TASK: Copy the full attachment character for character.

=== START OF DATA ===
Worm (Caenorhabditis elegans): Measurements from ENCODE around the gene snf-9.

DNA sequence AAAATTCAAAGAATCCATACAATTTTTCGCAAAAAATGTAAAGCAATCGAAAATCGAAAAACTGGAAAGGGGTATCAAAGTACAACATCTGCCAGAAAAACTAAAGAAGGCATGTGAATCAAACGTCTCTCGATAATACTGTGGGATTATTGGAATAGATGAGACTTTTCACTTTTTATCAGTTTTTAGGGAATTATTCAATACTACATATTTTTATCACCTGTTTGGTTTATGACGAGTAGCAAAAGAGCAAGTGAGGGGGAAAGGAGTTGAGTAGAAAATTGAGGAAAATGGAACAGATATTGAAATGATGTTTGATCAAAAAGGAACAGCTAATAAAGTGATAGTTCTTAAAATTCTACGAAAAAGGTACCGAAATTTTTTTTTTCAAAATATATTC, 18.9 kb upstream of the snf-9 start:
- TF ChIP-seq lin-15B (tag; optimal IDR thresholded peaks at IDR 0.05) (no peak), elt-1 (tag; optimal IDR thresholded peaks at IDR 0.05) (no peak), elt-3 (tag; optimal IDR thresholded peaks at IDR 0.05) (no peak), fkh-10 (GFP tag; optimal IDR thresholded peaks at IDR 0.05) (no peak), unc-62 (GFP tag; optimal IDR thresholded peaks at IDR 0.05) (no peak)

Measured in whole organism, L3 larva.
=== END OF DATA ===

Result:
Worm (Caenorhabditis elegans): Measurements from ENCODE around the gene snf-9.

DNA sequence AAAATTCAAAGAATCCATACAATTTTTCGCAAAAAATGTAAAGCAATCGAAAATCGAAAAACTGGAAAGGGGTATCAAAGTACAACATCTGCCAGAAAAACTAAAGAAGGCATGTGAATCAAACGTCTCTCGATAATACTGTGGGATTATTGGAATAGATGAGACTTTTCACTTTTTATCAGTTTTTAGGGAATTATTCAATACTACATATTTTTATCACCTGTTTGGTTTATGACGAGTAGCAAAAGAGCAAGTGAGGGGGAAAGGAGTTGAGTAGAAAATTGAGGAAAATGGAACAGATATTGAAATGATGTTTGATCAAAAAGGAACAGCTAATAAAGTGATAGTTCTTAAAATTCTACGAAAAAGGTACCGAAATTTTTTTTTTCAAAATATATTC, 18.9 kb upstream of the snf-9 start:
- TF ChIP-seq lin-15B (tag; optimal IDR thresholded peaks at IDR 0.05) (no peak), elt-1 (tag; optimal IDR thresholded peaks at IDR 0.05) (no peak), elt-3 (tag; optimal IDR thresholded peaks at IDR 0.05) (no peak), fkh-10 (GFP tag; optimal IDR thresholded peaks at IDR 0.05) (no peak), unc-62 (GFP tag; optimal IDR thresholded peaks at IDR 0.05) (no peak)

Measured in whole organism, L3 larva.